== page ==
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Gateley picked as area acting health director

Dr. Laura Gateley has joined the Virginia Department of Health to serve as the acting director for Southside and Pittsylvania/Danville area, according to the department. The district includes Halifax, Mecklenburg and Brunswick counties. Jeffrey Lake, who oversees the health districts and the directors for the department, said this week that, “Dr. (Charles) Devine (now former Southside director) successfully competed for the position of district health director for the Lord Fairfax (Winchester) Health District and began his new position effective Oct. 27, 2010.”

Lake said Gateley agreed to fill the position in the interim.

She said Thursday that she would fill the position for as long as needed for the district to locate a replacement for Devine.

“We are actively recruiting for the permanent director for Southside and Pittsylvania/Danville,” Lake said.

Gateley has extensive experience in private practice in Tennessee and West Virginia as medical director and clinician for a federally qualified health center, and experience as a local health director in West Virginia.

“I live in Forest (Bedford County), which is why I took this only as ‘acting directorship,” she said. “I think it would only be fair that the director live in Southside. I told them conditionally I will take it as acting director, and you continue to look, and if the opening is still there when I am firmly in the position in two to three years, then we will talk about being permanent director.”

Gateley noted at this time it is not feasible for her family to move to the area.

She said filling “a need” seems to be something she specializes in.

She explained her husband, Dr. Kerry Gateley, is the regional director for Central Virginia.

She has not ruled out staying on in the position, but she said making the decision to stay is not something she can do at this point.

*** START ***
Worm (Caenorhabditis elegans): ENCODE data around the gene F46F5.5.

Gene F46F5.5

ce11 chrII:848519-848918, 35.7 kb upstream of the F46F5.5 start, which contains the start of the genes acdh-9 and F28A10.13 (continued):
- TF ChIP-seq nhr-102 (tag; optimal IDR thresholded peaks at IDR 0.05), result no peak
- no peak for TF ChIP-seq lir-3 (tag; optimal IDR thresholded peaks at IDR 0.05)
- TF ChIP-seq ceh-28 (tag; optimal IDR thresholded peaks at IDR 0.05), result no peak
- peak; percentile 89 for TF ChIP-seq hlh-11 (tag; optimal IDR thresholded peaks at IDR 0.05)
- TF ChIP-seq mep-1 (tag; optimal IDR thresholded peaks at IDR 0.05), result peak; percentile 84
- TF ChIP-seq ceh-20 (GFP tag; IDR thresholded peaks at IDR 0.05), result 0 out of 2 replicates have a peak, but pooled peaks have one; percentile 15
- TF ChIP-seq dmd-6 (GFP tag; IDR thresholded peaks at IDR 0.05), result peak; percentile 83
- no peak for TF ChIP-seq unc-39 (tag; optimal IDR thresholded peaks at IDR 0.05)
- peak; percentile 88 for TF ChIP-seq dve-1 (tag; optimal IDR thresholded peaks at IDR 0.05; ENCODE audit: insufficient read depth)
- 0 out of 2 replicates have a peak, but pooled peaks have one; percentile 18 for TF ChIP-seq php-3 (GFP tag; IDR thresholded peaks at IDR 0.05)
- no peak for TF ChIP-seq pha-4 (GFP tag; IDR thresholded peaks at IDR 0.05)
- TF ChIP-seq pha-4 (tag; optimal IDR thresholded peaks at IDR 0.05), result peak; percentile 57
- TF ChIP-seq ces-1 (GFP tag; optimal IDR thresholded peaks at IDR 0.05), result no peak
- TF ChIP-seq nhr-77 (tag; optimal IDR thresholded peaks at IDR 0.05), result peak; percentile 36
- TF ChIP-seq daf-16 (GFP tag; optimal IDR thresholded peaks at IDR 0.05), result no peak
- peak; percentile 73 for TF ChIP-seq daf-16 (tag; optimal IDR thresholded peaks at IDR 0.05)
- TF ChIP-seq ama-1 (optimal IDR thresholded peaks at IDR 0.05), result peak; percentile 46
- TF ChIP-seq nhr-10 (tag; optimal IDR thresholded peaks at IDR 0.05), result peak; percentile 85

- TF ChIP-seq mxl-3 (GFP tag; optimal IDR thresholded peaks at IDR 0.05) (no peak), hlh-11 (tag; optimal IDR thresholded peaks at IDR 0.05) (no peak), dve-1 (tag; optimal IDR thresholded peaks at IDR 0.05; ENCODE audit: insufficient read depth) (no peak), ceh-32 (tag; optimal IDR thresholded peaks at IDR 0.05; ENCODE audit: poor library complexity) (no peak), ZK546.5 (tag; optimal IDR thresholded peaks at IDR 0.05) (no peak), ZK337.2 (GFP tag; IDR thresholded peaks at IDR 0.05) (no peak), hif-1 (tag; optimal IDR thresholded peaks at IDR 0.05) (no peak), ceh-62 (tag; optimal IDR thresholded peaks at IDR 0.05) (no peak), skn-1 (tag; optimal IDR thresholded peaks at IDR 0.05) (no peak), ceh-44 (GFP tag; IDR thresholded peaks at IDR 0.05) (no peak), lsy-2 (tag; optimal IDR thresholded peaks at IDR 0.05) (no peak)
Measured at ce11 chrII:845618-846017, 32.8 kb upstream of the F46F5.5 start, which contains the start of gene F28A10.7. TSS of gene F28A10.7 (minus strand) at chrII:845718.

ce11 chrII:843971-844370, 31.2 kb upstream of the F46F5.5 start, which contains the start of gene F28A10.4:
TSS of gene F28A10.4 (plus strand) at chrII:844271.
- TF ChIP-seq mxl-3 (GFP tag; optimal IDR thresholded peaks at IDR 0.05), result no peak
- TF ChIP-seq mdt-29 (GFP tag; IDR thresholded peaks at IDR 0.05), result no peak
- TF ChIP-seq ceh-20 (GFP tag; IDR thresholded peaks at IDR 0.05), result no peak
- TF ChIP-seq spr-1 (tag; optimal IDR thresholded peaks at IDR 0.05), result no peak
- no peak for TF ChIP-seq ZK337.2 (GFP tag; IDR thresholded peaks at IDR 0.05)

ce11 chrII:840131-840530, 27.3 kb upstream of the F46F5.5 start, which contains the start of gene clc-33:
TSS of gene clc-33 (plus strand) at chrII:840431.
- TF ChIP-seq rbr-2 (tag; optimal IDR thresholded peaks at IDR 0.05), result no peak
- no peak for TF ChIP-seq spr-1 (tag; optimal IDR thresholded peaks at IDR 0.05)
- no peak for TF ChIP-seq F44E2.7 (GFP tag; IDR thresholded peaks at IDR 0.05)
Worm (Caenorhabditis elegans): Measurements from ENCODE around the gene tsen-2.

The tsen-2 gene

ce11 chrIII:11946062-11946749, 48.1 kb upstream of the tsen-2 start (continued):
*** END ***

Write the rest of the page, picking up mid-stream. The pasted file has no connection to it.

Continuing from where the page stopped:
When her husband moved to his position in Virginia, she filled his position in West Virginia in the interim.

She said the couple met in medical school and are dedicated to the health and wellness of communities.

Gateley said she is working with the Southside Virginia Health Coalition to collect data and create statistics on premature births, teen pregnancy, infant mortality rates and other health issues.

In regards to a recent report from the Virginia Department of Health, where State Health Commissioner Karen Remley announced a decline in premature births and teen pregnancies, Gateley said the Coalitions Executive Director Dr. Naja Eldanaf is not as “optimistic” as Remley.

The report noted in the last five years that 1,085 more babies in the commonwealth were carried to term and that the teen pregnancy rate was decreased by 22 percent between 2000 and 2009.

“The statistics do not show that the rates have changed as much here locally as they have statewide,” Gateley said. “But any improvement has got to be seen as a good sign. It is just that the Southside area has not seen the improvement. It is a good sign that it has improved, but it has not improved in rural areas where there are less resources. Places with more resources have had more improvement.

“Part of our job is to look for those resources and seek improvement.

“The patient is the community and not a single person. I am figuring out who the community is and learning the area. It is a learning process,” Gateley said.

(EDITOR’S NOTE: The following story was written by Lisa Andrews and is reprinted with permission from the South Hill Enterprise.)